The Mezuzah contains two portions from the Torah.  The first and second paragraphs of the “Shema” both contain the verse “And you shall inscribe these words upon the doorposts of your house and upon your gates”.  Once the Mezuzah is written, it is rolled from left to right and placed on the right hand side of each doorpost – besides for bathrooms.  A Mezuzah is not placed on a temporary dwelling such as a Sukkah.

Mezuzot remind us of Hashem’s presence and our duty to fulfill Hashem’s commandments.  When affixing many Mezuzot at the same time only one Beracha is said.  The Mezuzah should be checked twice every seven years.

The name of G-d (Shin-Daled-Yud) is written on the back of the Mezuzah.  These letters also stand for Shomer Daltot Yisrael – Guardian of the Doors of Israel.


It is a Mitzvah for Jews to light candles to usher in Shabbat.  It is a Mitzvah for Jewish men and women to light Shabbat candles on Friday night.  Since the wife generally has more influence over the spirit of the home, she was given the privilege of lighting the Shabbat candles.  If a man lives alone, then he should light the candles.

According to Rashi, women are obligated to light Shabbat candles because women were responsible for dimming the world’s light (Eve was tempted by the snake) and now they must bring light back into the world.

Others say women are obligated simply because they are more associated with the home.  Another explanation is that the naturally spiritual nature of women best qualifies them to be responsible for bringing the spirit of Shabbat into the home.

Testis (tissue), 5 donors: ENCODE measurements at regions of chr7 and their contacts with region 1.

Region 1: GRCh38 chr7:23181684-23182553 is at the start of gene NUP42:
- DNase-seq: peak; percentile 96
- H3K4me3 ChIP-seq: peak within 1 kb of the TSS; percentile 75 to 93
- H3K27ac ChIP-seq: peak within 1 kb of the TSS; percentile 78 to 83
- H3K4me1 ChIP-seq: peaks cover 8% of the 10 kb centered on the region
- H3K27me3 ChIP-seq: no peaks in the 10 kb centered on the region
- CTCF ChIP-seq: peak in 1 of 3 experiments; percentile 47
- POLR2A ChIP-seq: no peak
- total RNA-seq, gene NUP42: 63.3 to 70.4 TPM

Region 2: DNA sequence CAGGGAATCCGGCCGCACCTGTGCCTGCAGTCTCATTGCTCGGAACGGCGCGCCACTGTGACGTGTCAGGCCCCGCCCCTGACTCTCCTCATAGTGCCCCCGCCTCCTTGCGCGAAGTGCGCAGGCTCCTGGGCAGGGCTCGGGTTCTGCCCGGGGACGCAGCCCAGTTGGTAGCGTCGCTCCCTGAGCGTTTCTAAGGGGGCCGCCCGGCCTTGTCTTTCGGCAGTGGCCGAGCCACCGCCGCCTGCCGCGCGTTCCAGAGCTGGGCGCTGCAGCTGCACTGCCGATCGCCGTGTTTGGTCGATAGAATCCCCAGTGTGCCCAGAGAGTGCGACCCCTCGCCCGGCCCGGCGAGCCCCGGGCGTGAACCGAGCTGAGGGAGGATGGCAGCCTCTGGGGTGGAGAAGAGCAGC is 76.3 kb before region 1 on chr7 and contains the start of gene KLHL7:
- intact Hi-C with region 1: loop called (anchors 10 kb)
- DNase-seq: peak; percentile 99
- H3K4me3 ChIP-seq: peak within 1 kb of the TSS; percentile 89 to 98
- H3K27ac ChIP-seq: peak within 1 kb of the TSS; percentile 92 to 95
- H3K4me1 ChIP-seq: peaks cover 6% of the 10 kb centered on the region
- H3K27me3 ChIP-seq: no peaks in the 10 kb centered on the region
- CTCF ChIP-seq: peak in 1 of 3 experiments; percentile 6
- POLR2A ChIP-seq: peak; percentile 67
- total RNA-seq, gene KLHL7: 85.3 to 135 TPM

The most common custom is to light two candles for the two important Biblical references to Shabbat:  “Remember the Sabbath” (Exodus 20:8) and “Observe the Sabbath” (Deuteronomy 5:12).  However, many people light an additional candle for each child in the family, and other light seven candles for each day of the week or for the Temple’s seven-branched Menora.


Barukh atah Hashem E1okeinu, melekh ha’olam, asher kid’shanu b’mitzvotav v’tzivanu l’hadlik ner shel Shabbat.
Blessed are You, Lord our G-d, King of the universe, Who has made us holy through His commandments and commanded us to kindle the Sabbath light.

After lighting the candles, the woman covers her eyes with her hands and recites the above blessing.  After the blessing, some women add a silent prayer for the family.

Only after the blessing is recited, the woman uncovers her eyes and looks at the light.  By covering her eyes, the woman can focus more fully on the blessing and can postpone the enjoyment of the fruits of her blessing (seeing the light) until after the blessing is recited.


Birkat Banim (Children’s Blessing) on Shabbat